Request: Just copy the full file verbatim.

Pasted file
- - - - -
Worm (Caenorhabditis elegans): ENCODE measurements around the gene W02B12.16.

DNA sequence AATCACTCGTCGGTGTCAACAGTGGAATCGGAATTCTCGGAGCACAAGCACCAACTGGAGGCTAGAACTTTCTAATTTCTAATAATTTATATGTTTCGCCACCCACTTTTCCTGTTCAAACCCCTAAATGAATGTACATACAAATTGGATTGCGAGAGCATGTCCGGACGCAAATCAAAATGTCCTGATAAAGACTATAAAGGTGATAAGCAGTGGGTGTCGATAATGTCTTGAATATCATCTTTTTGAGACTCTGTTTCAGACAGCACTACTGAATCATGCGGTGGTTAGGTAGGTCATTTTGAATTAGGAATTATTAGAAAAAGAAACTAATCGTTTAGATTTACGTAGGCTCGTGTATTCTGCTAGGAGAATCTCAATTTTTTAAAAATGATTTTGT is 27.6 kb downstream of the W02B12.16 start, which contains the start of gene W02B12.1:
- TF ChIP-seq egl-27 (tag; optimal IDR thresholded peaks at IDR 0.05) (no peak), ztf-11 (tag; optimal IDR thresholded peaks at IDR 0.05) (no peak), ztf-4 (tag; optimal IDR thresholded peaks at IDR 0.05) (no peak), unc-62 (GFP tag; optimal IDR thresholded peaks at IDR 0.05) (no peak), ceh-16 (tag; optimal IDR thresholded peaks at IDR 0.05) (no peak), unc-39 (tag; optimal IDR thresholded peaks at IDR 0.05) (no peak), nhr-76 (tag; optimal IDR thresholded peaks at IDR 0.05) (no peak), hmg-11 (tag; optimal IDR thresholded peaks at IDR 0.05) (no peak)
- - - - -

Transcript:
Worm (Caenorhabditis elegans): ENCODE measurements around the gene W02B12.16.

DNA sequence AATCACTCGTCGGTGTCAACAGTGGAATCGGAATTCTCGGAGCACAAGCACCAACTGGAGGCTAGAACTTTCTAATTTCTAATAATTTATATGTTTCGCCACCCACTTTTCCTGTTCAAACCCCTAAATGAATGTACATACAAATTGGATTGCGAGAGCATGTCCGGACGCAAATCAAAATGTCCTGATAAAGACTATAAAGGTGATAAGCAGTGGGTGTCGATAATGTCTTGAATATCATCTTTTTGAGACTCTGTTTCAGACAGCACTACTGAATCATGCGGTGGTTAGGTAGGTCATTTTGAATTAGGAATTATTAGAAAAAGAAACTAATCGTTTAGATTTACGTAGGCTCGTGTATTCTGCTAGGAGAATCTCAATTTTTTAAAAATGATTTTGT is 27.6 kb downstream of the W02B12.16 start, which contains the start of gene W02B12.1:
- TF ChIP-seq egl-27 (tag; optimal IDR thresholded peaks at IDR 0.05) (no peak), ztf-11 (tag; optimal IDR thresholded peaks at IDR 0.05) (no peak), ztf-4 (tag; optimal IDR thresholded peaks at IDR 0.05) (no peak), unc-62 (GFP tag; optimal IDR thresholded peaks at IDR 0.05) (no peak), ceh-16 (tag; optimal IDR thresholded peaks at IDR 0.05) (no peak), unc-39 (tag; optimal IDR thresholded peaks at IDR 0.05) (no peak), nhr-76 (tag; optimal IDR thresholded peaks at IDR 0.05) (no peak), hmg-11 (tag; optimal IDR thresholded peaks at IDR 0.05) (no peak)